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Madagascar
Keymaster

The situation of the fort of Ikalamavony, distant and little controlled, leaves to the local authorities merina a great freedom of action. “It is not difficult for the governor to acquire, by using all means, legal or illegal, a personal labor, whether slaves or prisoners. This is how David Rasamuel explains the existence of the “deportees of Ikalamavony towards the Imerina nineteenth century” (Omaly sy anio historical review, No. 15, 1982). Initiators of this business is the appointed governor in the Ikalamavony region
In 1866.
The latter remained at his post for twenty years. According to the author, he takes advantage of this to recruit a large “contingent” of men. In response to letters from Ranavalona II dated 1868 and 1882, which gives him instructions on the recruitment of Miaramila
(Military) in the Foloalindahy (army), the governor specifies at the outset that only the Ambaniandro (merina) can be engaged.
Thus, in the list of new recruits he sent to the Prime Minister in 1882, they were “free subjects from the six districts of Imerina, Mainty and Merina settled in the province” . For the author, if there are only Ambaniandro in the garrison to guard the fort, “there is no evidence that another contingent of Betsileo and Andevo was recruited, not to be enrolled in The Foloalindahy, but for labor needs, servile or not. ” The governor and commander of the fort certainly derives the most advantages in this affair.
Moreover, other letters mention the “ankizilahy” (slaves) that the governor has in his residence. Yet he officially declared to his hierarchy only the minimum, no more than ten, of the adult men he would have bought from a private individual. This is at least what is read in his report of 17 February 1886 to Ranavalona III.
These men, he explains, serve as emissaries of confidence for certain missions (1883 report). Or accompany him, in the same way as the soldiers, in his expeditions (report of 1884). Sometimes he charged them to trade on the coast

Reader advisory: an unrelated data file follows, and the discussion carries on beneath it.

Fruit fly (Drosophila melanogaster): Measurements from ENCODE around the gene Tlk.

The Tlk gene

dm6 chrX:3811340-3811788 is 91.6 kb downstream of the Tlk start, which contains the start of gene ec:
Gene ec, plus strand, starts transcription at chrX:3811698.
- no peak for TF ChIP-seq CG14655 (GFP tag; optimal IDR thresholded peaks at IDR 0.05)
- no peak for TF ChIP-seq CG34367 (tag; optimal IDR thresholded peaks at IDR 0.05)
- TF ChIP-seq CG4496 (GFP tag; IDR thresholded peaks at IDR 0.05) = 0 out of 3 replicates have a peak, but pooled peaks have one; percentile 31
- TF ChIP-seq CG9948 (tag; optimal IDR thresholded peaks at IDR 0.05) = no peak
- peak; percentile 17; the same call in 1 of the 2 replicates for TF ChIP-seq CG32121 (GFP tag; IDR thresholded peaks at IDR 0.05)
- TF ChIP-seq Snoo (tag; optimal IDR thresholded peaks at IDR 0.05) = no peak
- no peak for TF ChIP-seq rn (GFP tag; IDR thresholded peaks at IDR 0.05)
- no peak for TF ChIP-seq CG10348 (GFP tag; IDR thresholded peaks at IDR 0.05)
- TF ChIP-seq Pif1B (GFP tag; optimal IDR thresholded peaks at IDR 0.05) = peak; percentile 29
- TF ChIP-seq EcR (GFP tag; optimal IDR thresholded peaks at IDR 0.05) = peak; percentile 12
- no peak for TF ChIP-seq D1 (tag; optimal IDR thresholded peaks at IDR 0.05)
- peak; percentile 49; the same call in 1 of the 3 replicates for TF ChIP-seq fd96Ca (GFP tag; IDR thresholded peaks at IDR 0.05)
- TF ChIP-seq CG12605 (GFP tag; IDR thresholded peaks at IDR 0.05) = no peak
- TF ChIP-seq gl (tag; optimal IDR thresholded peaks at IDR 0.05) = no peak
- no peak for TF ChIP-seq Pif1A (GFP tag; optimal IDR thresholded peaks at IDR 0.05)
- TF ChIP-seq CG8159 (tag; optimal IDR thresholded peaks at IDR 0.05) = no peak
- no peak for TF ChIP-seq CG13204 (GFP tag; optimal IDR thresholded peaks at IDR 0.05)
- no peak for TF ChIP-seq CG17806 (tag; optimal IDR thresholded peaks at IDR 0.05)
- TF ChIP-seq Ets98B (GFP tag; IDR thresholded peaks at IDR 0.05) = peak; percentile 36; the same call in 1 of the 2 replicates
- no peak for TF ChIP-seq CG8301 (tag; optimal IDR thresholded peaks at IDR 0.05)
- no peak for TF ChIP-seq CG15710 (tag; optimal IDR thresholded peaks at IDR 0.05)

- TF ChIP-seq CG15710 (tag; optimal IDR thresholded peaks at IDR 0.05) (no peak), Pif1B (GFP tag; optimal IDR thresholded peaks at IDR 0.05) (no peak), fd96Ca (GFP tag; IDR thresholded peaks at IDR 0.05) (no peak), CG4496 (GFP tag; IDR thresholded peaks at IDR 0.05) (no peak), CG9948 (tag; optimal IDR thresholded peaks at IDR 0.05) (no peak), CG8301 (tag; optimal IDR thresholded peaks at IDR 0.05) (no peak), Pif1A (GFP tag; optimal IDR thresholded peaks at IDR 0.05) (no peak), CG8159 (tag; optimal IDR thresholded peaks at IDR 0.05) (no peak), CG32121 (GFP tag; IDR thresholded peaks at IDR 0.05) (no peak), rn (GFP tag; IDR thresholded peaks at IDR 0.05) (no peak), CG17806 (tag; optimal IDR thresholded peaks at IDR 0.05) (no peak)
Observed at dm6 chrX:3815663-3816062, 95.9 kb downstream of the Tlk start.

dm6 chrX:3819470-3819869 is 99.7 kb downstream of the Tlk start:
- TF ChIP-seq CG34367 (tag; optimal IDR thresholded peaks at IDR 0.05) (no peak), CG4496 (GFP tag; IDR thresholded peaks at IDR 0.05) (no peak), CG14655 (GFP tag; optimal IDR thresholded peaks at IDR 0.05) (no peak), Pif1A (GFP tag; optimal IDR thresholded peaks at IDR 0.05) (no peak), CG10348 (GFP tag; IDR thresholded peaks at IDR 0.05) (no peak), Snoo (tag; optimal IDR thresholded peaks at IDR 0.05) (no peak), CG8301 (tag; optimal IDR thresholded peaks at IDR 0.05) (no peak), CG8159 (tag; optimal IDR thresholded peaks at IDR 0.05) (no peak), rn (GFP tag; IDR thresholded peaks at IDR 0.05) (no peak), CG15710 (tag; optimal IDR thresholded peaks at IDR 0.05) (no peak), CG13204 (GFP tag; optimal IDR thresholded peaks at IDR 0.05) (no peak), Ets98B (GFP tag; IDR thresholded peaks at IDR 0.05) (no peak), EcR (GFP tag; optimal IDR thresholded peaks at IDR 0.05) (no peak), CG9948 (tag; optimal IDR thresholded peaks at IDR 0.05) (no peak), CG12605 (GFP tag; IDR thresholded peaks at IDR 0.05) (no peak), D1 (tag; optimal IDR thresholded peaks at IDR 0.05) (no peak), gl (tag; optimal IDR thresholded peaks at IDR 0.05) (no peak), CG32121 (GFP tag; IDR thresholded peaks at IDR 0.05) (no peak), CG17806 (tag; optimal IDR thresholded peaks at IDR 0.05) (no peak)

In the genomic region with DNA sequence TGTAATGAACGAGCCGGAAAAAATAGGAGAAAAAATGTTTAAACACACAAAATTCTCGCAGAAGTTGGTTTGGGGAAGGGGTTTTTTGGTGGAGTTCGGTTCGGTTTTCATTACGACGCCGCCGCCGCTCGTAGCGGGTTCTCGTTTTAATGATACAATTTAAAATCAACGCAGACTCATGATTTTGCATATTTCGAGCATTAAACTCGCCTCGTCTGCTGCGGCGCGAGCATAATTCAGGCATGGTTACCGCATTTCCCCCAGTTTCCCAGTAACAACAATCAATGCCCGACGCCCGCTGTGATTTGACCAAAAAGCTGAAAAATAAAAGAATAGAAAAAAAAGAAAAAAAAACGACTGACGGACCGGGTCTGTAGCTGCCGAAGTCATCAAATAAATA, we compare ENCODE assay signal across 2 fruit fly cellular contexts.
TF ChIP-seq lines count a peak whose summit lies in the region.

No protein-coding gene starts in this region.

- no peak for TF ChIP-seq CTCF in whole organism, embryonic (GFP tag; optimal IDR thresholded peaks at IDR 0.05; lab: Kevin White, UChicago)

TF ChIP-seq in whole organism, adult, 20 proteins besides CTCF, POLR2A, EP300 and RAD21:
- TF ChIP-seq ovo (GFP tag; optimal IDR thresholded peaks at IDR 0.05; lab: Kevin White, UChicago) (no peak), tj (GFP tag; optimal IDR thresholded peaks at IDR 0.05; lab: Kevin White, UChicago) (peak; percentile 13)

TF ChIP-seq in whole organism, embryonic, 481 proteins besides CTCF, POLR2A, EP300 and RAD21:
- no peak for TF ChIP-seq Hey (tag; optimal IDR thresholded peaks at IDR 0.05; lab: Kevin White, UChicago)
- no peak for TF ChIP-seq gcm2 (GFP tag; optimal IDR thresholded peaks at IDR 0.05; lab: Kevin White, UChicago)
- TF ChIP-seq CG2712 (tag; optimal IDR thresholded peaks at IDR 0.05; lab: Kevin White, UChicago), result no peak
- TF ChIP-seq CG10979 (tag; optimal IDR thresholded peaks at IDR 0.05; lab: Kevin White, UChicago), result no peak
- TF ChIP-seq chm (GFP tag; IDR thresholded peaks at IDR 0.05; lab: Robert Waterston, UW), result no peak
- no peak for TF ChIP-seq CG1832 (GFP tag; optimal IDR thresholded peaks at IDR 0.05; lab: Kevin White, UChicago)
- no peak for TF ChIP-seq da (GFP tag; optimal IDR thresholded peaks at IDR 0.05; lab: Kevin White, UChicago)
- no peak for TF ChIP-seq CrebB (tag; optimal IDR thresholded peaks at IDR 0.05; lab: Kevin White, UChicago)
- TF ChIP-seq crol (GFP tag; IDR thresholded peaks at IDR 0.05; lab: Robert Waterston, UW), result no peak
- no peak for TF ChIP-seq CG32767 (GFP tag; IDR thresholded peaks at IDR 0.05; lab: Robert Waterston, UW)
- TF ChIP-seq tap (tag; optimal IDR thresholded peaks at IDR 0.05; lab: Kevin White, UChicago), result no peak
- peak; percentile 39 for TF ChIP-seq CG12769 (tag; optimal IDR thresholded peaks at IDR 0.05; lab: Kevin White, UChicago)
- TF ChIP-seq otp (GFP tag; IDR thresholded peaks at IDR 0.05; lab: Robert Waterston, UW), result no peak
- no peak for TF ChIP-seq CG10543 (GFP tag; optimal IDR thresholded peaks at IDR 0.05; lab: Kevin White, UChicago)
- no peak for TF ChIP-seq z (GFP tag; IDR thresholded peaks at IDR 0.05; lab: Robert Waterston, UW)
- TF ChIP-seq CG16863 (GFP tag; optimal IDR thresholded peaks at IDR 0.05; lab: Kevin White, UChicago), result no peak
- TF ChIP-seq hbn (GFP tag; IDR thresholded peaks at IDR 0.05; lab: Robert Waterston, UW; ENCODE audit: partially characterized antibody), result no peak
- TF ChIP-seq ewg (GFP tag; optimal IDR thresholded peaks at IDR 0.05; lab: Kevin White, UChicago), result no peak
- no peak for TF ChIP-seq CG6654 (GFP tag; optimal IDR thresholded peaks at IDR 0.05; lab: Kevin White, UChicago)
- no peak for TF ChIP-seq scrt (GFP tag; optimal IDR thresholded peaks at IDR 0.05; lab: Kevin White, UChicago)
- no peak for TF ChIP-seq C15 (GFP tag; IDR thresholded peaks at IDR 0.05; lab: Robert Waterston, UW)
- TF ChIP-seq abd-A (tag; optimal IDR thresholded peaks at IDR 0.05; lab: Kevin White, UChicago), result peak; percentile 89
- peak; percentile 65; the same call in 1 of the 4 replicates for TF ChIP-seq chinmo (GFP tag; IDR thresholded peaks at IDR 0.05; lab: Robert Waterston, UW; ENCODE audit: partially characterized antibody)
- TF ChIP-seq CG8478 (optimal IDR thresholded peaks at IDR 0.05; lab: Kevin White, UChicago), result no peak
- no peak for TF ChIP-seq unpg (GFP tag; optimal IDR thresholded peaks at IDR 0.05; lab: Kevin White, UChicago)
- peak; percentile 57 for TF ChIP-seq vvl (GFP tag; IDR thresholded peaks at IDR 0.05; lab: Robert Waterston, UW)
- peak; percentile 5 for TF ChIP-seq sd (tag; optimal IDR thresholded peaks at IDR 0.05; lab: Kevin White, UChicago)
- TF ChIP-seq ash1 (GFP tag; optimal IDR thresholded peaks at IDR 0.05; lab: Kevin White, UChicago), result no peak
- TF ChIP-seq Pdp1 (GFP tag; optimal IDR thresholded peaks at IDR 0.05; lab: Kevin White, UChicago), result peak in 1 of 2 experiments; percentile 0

(Report of February 17, 1866) …
“In fact, the governor speaks of only a few slaves – those he keeps at the fort for
Not to arouse the suspicions of the administration, the means of their acquisition (purchase) and their legal attributions. But he ignores the more or less regular practices
Evoked by the author’s informants.
The latter indicates that some official reports allow to suppose other means to obtain prisoners or slaves, such as the wars against the fahavalo (enemies) whose attacks are frequent in the zone of Ikalamavony. The letters of
“Komandy” do not say clearly the fate reserved for prisoners of war, they do not even signal their existence.
Here is what he wrote in a report to the Prime Minister on a confrontation against “jirika” (robbers) who
Attacked a village: “The confrontation was hard. The enemy were defeated … and a good number killed and wounded, but they were dragged into the forest so that they could not be counted. “
This is quite unlikely, for David Rasamuel, for, according to him, the military forces would not have let brigands escape, if not murderers, without pursuing them in order to capture them to punish them. It is all the more incomprehensible that they can recover all the booty. Thus, the governor’s reports do not reflect all realities on the ground.
To carry out his study, the author finds an informant. It is the descendant of a “deportee” who directly holds her account of her mother. “This one had really lived the history of the gadralava (condemned for a long duration if not in perpetuity) or mpanompo. So she calls the captured people away from home. Against their will certainly, but they submit because before leaving, they find themselves some time in the garrison of the fort and in fact, they are only bending to the will of the governor.